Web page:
What is the role of Asean and the AEC?
To be honest, I think that over the long term the work that is going on in Asean will be helpful because the integration of markets, and the ability to draw in capital on a regional basis is a good thing, particularly for smaller markets… However, in the short and medium term, the most important work is domestic. It’s the central banks, the ministries of finance, the securities regulators and the tax authorities that create coordinated policies for developing financial and capital markets. Once domestic markets are functioning, built up and trusted, there will be cross-border development. Obviously, Singapore is a tremendous capital market centre, but that did not happen overnight.
Do we need more integration of capital markets in Southeast Asia to foster economic development and integration?
In the long term, yes. That’s very important. But in the short and medium term, work at the domestic level really is critical. It’s impossible to integrate when systems are too diverse – when one is a mature, developed global-capital market centre, for example, and the other is still at the nascent stages of creating a stock or bond market. It’s difficult to say how you would integrate such markets. Bringing the emerging capital-markets systems up to a certain level, creating markets and getting them functioning at a certain level makes integration easier.
Do you think emerging markets will develop faster today compared to Singapore, which took 30 years?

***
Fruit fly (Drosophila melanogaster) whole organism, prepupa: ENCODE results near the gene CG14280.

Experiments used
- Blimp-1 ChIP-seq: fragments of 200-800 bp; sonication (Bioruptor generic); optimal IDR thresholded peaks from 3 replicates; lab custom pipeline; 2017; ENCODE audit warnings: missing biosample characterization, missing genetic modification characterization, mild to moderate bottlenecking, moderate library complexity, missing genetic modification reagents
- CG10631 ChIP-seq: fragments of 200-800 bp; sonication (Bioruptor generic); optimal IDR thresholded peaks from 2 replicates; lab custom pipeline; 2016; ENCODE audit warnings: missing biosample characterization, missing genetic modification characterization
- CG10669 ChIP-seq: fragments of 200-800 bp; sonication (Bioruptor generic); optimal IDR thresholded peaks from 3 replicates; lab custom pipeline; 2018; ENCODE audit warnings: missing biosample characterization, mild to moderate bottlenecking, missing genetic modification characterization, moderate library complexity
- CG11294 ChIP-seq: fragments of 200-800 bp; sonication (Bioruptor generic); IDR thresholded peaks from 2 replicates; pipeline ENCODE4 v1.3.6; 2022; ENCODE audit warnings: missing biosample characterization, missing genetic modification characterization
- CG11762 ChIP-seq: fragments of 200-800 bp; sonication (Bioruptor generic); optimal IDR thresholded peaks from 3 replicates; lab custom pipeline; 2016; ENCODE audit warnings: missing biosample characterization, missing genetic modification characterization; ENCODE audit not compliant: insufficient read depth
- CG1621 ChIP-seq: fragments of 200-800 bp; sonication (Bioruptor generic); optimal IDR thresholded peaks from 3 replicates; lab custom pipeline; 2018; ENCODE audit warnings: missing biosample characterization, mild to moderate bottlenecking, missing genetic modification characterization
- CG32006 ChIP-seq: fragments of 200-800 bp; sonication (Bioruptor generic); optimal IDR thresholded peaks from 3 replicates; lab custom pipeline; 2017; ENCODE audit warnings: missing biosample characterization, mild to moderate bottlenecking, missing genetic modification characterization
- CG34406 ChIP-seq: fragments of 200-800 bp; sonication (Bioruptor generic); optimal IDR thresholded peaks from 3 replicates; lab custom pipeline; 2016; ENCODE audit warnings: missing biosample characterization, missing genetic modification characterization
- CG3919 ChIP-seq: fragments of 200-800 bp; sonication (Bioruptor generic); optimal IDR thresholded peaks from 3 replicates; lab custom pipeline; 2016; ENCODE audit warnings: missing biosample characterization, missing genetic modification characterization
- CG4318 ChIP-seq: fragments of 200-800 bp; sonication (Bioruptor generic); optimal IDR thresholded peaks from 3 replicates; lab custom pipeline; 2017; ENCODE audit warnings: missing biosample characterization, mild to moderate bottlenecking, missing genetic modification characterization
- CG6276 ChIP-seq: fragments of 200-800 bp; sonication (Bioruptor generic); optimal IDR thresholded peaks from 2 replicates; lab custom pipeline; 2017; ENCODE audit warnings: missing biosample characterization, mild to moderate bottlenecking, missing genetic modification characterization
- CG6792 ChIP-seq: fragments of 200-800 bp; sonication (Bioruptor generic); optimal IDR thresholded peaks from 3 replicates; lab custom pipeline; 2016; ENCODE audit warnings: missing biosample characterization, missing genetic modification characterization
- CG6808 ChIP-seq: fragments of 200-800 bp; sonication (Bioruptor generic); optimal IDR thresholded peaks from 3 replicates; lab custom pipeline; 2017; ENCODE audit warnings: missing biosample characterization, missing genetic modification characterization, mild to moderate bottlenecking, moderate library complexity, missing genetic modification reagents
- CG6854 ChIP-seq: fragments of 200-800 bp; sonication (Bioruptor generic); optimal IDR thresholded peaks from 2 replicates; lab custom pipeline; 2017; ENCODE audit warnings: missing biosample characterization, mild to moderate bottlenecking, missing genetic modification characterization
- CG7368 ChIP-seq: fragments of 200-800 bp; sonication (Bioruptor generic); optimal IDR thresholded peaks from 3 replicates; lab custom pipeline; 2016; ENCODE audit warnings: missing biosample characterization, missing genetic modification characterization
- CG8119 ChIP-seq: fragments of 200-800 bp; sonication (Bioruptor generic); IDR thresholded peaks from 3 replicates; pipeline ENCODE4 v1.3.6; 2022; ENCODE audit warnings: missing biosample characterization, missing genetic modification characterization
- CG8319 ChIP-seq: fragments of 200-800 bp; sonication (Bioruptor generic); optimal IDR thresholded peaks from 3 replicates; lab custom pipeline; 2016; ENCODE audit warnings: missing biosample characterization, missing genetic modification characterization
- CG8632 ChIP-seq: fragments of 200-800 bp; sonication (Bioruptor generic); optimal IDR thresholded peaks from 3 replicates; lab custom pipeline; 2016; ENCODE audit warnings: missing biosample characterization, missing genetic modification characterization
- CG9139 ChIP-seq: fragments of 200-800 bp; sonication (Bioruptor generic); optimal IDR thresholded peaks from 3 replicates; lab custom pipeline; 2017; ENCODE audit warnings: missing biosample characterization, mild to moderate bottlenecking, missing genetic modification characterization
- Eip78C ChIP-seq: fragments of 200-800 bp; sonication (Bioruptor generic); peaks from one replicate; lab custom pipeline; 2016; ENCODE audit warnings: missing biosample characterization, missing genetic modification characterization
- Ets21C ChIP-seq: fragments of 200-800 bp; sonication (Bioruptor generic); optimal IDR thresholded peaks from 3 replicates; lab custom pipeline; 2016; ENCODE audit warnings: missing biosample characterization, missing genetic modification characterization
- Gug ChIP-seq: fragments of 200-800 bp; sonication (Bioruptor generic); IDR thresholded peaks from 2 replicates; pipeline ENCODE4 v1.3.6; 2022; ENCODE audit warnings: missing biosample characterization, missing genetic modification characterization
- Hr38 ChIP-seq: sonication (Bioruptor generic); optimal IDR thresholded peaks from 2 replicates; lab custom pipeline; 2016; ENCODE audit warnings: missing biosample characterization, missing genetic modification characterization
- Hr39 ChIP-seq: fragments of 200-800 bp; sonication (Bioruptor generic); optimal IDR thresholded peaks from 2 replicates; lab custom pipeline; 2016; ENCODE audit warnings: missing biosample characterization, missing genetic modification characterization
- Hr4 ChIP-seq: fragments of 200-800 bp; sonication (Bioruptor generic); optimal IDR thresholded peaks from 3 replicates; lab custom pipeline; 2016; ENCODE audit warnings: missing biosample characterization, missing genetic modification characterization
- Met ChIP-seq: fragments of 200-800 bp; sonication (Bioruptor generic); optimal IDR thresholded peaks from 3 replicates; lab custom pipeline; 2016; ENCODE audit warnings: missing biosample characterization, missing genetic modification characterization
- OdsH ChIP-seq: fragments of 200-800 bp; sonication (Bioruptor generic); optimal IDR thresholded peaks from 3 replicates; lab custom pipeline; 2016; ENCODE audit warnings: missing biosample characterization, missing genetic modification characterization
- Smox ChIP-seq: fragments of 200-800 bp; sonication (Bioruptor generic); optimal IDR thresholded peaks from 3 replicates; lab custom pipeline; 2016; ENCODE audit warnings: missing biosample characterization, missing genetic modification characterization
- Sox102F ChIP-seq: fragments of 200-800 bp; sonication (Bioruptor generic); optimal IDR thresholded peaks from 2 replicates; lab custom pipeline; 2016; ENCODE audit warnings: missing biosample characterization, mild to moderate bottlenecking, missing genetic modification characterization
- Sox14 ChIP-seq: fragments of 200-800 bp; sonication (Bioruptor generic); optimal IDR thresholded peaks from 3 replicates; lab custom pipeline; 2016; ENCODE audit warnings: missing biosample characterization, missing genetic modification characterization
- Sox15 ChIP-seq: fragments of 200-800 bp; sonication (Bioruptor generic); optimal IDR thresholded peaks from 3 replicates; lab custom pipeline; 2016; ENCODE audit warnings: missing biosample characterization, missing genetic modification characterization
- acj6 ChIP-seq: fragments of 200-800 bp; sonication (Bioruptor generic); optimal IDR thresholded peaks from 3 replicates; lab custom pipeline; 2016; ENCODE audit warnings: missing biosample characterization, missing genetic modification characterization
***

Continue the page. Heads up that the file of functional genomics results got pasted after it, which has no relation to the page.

I think it will be faster and I think there’s more urgency. For example, in the areas of capital investment, manufacturing investment or any kind of international capital, global competition is accelerated if the capital markets in that particular country allow for rapid development. Meanwhile, if the capital markets in a country are a barrier or simply don’t exist, it can actually interfere with the real economy. The other reason for urgency is that, when we look at some Asean countries, their populations are ageing rapidly, and at a stunning pace to most people – three times as fast as the ageing rates in Europe. This is a combination of lowering mortality rates and simultaneously declining birth rates. Why is this relevant to capital markets? It’s relevant in terms of the need to build pension systems and in terms of people being able to save enough money to retire before they get old. That’s a challenge. Singapore launched a retirement system a long time ago, but many countries in the region haven’t approached the problem thoroughly – not just government pensions, but also private savings and private pensions. If you raise a bunch of money but there’s nothing to invest in, that doesn’t create a sustainable pension system. Not a lot of time is left. Asean doesn’t have the luxury of waiting three generations to get ready.